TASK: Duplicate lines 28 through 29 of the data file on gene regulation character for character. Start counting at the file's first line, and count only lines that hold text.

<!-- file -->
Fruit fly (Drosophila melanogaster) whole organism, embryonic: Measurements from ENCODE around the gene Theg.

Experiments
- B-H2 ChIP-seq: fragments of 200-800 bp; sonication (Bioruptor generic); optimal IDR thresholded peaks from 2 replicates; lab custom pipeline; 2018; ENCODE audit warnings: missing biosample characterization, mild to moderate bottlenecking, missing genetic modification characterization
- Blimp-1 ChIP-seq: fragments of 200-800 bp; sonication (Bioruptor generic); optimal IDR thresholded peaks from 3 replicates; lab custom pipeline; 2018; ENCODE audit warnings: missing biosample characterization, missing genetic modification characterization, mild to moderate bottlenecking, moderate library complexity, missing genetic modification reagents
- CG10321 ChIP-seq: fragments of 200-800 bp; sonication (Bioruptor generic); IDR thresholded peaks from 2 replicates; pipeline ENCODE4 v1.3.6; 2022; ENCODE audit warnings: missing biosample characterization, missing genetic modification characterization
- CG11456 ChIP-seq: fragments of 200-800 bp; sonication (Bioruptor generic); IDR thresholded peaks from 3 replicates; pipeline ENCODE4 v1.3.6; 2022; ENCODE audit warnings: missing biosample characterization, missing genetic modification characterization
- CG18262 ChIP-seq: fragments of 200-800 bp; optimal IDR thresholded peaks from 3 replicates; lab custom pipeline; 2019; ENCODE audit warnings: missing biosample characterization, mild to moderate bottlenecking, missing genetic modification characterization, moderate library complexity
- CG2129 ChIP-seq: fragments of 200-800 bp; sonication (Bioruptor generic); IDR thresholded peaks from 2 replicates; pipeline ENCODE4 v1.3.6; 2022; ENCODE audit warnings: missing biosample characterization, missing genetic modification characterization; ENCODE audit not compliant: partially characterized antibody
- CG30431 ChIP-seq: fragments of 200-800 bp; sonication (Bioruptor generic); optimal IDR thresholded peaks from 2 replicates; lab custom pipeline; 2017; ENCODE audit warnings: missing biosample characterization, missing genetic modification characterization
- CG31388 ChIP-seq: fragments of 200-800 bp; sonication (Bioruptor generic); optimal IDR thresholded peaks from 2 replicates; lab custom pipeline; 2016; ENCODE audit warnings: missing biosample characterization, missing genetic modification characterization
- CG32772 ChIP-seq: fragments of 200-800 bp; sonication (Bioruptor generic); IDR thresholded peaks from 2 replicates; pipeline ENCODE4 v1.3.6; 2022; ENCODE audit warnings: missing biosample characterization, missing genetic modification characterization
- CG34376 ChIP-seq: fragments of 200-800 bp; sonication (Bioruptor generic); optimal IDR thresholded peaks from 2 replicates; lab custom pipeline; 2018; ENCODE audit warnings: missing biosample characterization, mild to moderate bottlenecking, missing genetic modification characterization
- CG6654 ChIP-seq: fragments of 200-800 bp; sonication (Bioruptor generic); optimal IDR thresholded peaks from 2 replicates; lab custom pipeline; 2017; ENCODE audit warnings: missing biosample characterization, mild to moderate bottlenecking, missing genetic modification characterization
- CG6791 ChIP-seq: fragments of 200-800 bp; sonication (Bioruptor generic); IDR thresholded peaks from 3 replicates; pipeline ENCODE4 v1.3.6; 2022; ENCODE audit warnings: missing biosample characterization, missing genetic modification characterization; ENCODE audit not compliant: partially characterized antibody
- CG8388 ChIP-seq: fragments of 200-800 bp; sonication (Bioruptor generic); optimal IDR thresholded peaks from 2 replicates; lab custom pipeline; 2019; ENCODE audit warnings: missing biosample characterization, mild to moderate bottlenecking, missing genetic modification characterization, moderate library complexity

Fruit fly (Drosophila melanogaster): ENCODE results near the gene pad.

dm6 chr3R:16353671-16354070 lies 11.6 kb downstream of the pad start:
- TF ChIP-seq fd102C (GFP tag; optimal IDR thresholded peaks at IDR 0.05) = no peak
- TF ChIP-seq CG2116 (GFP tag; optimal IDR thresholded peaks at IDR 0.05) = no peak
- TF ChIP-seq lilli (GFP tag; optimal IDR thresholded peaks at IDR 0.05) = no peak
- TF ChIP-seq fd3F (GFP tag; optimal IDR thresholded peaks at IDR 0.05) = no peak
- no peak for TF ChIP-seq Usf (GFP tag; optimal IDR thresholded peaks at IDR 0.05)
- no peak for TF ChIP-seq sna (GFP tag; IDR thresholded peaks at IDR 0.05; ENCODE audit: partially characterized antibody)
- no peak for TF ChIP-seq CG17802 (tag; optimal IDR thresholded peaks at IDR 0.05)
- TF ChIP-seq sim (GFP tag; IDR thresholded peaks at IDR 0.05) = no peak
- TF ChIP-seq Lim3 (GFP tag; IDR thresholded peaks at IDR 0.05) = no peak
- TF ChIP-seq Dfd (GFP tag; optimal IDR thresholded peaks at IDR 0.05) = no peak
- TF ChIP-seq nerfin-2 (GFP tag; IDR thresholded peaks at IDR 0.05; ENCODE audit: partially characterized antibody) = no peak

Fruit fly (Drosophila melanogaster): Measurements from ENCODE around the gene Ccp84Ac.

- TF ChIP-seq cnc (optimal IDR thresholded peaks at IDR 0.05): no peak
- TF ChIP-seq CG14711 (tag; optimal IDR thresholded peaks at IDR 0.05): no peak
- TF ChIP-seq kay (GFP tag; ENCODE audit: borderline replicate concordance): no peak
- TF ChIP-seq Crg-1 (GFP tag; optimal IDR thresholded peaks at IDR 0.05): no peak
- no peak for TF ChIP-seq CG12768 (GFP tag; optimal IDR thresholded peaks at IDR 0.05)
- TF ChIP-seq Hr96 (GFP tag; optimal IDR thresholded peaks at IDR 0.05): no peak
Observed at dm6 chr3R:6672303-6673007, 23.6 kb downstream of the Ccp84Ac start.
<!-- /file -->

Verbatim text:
- TF ChIP-seq nerfin-2 (GFP tag; IDR thresholded peaks at IDR 0.05; ENCODE audit: partially characterized antibody) = no peak

Fruit fly (Drosophila melanogaster): Measurements from ENCODE around the gene Ccp84Ac.